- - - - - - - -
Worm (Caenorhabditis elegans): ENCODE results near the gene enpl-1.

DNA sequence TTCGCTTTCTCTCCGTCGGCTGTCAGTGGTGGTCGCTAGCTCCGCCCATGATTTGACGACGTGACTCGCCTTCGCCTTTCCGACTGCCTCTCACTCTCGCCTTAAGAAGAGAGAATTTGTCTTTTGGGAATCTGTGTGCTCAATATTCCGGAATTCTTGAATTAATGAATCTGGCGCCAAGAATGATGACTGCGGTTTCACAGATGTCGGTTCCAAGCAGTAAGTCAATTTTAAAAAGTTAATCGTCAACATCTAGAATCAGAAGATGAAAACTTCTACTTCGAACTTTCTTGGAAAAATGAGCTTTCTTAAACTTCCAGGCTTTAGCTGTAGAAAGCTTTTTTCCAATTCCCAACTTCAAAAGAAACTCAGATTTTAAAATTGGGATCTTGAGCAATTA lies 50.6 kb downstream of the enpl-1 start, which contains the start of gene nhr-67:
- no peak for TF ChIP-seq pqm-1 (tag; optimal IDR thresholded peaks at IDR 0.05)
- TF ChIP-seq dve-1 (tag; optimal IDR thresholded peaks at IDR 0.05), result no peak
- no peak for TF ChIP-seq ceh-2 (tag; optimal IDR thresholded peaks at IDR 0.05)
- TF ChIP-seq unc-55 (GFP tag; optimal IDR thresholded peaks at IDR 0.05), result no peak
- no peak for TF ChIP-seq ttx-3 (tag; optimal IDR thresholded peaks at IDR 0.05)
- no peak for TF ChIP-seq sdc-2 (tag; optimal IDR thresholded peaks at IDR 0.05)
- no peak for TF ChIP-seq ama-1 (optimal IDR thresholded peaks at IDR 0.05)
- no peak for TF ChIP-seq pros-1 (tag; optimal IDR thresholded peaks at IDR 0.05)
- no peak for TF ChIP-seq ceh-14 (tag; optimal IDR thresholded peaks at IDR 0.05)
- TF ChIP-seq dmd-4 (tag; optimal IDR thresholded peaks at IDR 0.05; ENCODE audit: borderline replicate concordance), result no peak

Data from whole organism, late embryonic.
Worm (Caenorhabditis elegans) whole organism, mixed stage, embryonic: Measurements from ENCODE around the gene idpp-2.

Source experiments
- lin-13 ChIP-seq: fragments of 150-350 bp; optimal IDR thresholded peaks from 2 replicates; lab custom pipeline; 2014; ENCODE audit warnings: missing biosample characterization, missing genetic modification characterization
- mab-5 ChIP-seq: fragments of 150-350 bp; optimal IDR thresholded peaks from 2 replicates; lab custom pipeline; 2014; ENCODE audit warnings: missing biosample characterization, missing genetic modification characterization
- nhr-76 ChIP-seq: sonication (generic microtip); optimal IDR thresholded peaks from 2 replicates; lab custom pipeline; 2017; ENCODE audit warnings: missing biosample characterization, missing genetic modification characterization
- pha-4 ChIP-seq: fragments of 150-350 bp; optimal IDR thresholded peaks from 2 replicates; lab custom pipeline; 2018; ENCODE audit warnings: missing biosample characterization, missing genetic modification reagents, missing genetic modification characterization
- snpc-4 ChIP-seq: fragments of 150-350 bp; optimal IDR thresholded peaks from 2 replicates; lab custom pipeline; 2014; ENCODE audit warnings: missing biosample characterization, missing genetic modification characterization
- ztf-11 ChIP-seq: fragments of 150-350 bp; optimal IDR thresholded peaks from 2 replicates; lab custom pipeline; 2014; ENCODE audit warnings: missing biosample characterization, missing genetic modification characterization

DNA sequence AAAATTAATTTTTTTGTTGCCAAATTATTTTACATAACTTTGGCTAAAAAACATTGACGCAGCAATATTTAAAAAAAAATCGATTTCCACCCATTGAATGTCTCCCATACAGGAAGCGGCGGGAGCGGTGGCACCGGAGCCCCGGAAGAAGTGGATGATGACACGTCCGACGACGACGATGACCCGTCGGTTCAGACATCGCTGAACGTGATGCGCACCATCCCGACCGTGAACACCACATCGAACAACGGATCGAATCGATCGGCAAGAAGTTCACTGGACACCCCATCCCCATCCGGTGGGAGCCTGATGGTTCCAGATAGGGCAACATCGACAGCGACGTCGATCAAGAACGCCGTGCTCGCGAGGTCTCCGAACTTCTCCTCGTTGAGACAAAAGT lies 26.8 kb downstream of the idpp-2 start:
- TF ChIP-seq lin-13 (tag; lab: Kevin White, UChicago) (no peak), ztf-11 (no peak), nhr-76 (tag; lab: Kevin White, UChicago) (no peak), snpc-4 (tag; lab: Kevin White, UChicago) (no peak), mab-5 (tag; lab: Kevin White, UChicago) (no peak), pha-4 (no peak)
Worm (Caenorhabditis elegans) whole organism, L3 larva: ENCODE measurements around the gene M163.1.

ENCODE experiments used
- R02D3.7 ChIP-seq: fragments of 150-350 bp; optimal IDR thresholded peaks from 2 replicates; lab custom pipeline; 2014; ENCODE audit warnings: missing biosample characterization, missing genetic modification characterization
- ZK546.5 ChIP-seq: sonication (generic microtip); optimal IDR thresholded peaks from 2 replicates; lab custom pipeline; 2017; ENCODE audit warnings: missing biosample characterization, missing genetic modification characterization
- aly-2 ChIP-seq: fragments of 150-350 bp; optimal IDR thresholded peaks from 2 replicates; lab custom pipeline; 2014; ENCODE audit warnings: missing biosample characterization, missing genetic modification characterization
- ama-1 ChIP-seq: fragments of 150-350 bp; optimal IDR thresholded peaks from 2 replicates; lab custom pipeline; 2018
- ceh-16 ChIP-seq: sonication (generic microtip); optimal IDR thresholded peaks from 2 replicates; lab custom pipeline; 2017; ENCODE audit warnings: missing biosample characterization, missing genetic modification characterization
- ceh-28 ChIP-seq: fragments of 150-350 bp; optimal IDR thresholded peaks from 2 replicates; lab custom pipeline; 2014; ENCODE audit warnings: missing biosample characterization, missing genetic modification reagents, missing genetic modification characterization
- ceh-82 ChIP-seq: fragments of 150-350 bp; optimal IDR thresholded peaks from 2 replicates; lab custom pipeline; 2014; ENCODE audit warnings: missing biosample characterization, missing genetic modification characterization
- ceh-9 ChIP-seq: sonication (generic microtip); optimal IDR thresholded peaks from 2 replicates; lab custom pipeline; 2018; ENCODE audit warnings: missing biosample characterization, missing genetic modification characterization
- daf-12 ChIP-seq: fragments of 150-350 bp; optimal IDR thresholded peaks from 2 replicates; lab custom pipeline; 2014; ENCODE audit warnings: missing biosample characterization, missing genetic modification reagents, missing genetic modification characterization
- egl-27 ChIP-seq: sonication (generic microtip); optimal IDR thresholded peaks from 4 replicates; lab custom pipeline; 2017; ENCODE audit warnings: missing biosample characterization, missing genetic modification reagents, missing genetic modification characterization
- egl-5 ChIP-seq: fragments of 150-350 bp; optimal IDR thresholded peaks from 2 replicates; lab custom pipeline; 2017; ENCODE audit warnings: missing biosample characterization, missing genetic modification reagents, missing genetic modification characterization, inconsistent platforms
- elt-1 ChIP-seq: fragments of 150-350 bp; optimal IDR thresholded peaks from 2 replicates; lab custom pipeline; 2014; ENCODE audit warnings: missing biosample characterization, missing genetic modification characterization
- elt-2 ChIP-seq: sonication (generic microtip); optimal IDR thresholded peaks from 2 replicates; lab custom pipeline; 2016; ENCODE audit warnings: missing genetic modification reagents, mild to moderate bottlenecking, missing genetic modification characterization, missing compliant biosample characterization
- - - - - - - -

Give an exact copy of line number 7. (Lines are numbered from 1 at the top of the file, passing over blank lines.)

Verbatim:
- no peak for TF ChIP-seq ttx-3 (tag; optimal IDR thresholded peaks at IDR 0.05)